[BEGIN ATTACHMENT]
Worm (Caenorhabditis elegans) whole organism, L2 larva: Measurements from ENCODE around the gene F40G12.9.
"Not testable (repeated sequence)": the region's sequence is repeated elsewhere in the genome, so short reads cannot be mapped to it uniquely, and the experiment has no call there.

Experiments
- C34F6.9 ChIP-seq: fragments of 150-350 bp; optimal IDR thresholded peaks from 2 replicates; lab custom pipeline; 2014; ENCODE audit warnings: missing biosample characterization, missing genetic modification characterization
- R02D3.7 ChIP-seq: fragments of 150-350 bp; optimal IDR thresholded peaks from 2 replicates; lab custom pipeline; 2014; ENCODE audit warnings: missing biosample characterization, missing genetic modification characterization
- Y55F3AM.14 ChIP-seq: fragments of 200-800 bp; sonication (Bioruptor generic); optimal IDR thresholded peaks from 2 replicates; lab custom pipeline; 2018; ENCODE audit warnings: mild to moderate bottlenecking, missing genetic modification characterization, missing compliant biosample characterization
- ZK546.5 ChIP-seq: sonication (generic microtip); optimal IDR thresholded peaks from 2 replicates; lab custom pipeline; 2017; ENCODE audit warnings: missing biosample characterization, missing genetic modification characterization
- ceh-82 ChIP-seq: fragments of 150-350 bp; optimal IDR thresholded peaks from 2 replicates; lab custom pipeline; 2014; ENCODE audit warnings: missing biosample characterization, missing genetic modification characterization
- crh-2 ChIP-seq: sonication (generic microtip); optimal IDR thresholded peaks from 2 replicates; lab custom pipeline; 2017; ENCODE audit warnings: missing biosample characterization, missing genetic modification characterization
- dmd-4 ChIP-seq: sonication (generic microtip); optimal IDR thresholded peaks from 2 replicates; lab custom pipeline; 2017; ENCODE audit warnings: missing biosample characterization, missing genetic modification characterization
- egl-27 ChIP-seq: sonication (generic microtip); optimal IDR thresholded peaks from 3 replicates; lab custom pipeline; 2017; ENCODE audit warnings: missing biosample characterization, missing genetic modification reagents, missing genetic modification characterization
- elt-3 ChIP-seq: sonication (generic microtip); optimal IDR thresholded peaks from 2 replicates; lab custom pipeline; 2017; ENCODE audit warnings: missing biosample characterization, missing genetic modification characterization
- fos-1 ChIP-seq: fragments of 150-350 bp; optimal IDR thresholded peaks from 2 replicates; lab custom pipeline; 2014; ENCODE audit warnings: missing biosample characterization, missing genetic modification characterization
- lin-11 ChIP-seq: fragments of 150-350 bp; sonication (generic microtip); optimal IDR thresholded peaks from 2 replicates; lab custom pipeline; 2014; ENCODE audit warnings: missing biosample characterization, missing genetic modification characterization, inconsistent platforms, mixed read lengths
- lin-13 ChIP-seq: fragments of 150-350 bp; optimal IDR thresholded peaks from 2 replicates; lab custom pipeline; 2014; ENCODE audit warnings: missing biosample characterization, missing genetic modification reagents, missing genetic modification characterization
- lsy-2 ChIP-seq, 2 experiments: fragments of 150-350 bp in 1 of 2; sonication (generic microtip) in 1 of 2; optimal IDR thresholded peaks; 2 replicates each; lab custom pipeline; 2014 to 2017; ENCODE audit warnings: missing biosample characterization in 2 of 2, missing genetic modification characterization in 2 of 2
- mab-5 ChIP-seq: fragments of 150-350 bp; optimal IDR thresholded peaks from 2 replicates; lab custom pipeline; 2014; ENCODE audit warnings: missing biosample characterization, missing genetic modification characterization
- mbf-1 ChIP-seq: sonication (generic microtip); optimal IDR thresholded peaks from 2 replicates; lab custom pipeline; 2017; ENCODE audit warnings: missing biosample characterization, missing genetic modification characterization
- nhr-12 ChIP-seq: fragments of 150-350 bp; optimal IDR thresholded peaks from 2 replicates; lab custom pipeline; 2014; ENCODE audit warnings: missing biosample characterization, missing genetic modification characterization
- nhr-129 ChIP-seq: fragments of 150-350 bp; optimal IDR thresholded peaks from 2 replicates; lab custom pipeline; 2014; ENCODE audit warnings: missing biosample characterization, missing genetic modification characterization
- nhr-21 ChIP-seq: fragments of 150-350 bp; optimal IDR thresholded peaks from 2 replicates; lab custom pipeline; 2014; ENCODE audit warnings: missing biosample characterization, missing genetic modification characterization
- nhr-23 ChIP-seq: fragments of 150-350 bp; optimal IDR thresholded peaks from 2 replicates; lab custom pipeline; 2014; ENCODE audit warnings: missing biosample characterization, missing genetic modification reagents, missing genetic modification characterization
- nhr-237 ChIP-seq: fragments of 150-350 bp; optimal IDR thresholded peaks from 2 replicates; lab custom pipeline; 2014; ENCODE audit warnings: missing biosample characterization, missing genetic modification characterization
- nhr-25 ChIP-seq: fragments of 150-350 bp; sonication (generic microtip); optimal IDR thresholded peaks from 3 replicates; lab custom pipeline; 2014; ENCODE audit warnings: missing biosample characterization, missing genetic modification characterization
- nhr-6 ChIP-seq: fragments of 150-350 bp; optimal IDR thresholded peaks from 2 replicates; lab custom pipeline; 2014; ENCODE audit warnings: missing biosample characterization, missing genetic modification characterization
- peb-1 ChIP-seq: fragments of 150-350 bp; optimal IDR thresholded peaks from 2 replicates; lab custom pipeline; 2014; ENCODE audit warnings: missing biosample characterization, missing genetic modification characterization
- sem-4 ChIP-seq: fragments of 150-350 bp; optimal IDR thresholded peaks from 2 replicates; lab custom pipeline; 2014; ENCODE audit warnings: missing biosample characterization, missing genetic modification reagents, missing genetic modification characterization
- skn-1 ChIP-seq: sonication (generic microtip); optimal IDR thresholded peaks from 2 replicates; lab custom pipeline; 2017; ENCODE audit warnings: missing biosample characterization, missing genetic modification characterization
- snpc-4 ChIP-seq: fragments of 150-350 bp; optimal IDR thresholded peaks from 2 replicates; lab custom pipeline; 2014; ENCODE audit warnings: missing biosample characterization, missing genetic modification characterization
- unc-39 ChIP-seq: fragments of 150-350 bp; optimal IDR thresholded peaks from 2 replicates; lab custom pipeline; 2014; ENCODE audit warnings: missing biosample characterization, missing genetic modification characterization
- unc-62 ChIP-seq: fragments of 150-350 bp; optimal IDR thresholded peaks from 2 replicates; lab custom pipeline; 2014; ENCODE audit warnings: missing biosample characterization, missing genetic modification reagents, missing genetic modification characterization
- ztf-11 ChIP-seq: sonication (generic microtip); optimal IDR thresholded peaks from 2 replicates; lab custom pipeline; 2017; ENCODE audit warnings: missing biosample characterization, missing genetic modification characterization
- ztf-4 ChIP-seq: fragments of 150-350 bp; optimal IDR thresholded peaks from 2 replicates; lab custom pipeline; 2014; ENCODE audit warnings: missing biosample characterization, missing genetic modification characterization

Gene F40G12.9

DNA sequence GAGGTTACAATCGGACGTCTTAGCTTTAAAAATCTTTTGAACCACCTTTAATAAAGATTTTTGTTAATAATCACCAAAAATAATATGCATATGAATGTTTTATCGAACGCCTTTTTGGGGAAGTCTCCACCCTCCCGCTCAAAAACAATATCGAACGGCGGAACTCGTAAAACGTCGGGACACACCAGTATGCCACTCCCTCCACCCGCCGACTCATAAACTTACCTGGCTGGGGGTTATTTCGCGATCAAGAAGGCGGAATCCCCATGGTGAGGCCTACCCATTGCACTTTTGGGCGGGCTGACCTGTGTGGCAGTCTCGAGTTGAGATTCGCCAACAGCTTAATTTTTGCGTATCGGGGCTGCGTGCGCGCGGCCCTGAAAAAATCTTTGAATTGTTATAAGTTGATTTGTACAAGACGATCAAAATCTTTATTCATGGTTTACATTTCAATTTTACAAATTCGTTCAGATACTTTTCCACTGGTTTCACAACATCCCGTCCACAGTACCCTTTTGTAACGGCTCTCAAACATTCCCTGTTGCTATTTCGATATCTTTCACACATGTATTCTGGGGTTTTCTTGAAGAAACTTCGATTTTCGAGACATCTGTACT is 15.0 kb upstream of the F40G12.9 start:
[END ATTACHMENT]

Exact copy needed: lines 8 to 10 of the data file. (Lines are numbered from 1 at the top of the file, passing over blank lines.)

- ceh-82 ChIP-seq: fragments of 150-350 bp; optimal IDR thresholded peaks from 2 replicates; lab custom pipeline; 2014; ENCODE audit warnings: missing biosample characterization, missing genetic modification characterization
- crh-2 ChIP-seq: sonication (generic microtip); optimal IDR thresholded peaks from 2 replicates; lab custom pipeline; 2017; ENCODE audit warnings: missing biosample characterization, missing genetic modification characterization
- dmd-4 ChIP-seq: sonication (generic microtip); optimal IDR thresholded peaks from 2 replicates; lab custom pipeline; 2017; ENCODE audit warnings: missing biosample characterization, missing genetic modification characterization